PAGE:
Education about living in society and in the world is a vital task of schools. Yet such civic education is not always critically examined, and few among us have been encouraged to reflect on our civic education experiences. Around the world, one's civic education most often looks like a black box. How it works is unclear. When human harm, violence, and oppression can be seen in a wide variety of contexts, it is worth critically examining civic education. Could it be that civic education is not playing a helpful role in society? Can it be done differently and better? As one reflects on the contemporary social world, it is helpful to examine the assumptions surrounding education for living together, to think about current modes and possible alternatives. Otherwise, one might end up promoting allegiance to civic and partisan entities which are themselves black boxes (the 'nation', the 'people'), failing to notice when and how what goes on in civic education is morally questionable.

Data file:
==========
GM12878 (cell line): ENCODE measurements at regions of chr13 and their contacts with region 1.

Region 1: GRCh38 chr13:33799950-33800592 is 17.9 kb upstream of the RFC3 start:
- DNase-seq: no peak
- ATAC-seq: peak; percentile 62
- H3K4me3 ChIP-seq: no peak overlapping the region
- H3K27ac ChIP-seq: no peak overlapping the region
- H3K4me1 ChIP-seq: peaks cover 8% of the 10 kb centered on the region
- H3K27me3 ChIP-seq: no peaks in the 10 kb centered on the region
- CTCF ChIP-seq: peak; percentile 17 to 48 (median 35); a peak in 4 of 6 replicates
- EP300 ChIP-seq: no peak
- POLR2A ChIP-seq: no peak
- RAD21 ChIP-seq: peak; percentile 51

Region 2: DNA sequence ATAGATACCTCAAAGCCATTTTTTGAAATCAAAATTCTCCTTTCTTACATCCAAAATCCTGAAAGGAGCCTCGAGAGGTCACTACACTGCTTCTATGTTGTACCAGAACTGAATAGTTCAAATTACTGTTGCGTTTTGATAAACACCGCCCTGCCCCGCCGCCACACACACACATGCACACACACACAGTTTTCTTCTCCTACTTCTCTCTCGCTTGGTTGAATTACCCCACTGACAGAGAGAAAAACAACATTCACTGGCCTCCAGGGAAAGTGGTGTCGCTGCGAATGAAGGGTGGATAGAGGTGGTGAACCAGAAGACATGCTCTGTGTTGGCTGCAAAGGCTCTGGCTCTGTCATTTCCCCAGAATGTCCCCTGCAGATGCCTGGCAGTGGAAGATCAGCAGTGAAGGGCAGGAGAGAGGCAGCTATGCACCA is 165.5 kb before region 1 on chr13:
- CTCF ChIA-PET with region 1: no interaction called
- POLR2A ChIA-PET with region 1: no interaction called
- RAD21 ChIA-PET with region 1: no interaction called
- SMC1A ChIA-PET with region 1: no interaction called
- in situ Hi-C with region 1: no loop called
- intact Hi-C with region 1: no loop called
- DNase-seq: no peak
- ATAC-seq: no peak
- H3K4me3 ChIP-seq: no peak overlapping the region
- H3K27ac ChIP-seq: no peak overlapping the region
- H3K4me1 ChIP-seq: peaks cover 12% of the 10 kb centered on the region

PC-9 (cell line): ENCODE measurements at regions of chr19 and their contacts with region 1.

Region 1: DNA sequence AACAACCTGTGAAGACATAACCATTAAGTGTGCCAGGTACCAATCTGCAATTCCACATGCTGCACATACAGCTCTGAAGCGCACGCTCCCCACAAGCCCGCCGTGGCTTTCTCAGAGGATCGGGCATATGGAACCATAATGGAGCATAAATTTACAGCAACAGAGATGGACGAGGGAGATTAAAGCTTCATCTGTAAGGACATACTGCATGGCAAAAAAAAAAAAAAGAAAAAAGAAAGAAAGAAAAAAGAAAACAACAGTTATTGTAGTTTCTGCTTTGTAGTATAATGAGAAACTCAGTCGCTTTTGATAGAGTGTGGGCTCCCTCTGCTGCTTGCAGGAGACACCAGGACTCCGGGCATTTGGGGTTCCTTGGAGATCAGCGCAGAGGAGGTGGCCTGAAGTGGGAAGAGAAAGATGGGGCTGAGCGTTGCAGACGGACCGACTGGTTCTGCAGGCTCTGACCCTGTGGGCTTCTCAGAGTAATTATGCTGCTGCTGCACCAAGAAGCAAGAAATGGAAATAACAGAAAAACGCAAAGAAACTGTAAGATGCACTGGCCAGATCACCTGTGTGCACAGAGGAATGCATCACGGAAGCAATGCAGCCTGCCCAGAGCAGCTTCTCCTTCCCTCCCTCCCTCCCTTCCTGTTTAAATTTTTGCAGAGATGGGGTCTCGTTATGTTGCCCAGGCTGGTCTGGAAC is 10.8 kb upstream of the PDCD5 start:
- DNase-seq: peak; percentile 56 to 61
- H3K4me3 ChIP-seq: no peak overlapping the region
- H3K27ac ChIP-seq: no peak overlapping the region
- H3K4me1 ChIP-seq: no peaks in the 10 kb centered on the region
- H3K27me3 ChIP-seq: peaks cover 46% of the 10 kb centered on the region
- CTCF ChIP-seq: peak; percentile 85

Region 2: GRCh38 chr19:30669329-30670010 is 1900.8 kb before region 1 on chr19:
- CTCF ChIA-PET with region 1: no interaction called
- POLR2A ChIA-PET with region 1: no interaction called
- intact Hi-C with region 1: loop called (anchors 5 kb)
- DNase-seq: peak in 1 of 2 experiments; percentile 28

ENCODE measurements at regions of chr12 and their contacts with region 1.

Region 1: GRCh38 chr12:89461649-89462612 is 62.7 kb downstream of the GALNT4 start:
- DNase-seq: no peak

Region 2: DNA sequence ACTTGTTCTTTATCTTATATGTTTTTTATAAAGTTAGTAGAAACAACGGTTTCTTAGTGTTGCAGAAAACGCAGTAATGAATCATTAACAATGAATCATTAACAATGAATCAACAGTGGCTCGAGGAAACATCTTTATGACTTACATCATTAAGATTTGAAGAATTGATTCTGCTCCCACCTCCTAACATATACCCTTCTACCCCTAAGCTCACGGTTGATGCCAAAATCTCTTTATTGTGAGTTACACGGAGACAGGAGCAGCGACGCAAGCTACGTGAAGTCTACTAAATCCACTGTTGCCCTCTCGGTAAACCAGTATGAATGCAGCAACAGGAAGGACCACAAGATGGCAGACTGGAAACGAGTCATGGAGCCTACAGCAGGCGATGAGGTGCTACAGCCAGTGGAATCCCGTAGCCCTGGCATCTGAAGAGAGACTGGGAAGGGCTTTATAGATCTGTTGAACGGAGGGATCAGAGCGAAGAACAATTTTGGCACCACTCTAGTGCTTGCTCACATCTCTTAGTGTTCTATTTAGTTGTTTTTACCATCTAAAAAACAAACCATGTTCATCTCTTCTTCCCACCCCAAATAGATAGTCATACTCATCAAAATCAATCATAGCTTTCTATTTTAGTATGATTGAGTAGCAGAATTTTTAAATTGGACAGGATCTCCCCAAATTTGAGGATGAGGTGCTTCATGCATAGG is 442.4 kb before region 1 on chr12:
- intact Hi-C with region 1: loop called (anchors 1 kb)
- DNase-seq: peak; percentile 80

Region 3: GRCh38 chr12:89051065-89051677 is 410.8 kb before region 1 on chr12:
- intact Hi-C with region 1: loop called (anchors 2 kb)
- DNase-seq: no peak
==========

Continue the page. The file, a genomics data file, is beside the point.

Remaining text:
This book aims to elucidate some of the black box of civic education, and focuses on some of its main operations across contexts. Offering a new framework for students and academics, this book questions existing thinking and shifts the focus of attention from the right balance to strike between local, national, and global allegiances to the more fundamental question of what counts as 'local', 'national', and 'global', and what might be involved in cultivating allegiances to them. It looks at allegiance to not just transnational but also sub-global 'civilisations' and it problematises the notion of the 'local community' in new ways.
- Taylor and Francis
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